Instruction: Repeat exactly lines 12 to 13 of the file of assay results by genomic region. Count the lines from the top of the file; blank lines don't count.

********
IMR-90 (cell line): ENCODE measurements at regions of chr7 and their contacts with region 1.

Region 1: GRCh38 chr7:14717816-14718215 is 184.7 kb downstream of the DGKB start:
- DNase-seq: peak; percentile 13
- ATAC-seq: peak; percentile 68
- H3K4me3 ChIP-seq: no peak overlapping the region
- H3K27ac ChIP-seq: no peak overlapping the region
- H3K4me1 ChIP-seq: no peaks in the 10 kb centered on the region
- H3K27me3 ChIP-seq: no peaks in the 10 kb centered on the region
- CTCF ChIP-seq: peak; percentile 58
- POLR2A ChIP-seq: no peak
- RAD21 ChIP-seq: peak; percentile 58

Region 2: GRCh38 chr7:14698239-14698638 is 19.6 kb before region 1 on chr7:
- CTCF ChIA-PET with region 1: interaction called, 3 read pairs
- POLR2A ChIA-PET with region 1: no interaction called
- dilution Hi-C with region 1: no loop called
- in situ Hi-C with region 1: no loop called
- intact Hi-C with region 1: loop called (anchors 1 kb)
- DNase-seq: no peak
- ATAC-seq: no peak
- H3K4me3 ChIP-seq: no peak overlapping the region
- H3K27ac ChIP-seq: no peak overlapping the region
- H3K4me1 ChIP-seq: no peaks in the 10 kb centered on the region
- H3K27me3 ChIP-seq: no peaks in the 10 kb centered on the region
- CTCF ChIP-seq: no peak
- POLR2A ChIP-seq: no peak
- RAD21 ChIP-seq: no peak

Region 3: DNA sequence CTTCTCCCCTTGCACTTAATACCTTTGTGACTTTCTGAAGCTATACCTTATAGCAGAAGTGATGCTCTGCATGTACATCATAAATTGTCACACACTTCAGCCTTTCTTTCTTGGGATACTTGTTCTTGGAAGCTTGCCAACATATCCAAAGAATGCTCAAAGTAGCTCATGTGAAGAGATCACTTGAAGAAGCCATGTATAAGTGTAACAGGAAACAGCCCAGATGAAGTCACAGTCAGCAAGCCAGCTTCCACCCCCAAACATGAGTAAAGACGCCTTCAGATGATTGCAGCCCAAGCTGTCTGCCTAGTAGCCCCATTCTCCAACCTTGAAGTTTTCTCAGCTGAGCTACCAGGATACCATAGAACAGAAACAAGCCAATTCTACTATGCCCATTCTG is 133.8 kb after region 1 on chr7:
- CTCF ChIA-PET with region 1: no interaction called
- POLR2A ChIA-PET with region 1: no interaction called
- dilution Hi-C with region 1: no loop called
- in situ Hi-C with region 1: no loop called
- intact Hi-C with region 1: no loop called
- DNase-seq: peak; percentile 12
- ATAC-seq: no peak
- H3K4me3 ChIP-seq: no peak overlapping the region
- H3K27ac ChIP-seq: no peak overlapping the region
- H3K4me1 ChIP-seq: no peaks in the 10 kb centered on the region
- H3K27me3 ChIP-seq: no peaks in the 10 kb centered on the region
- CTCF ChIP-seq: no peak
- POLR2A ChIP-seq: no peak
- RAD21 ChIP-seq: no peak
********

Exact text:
Region 2: GRCh38 chr7:14698239-14698638 is 19.6 kb before region 1 on chr7:
- CTCF ChIA-PET with region 1: interaction called, 3 read pairs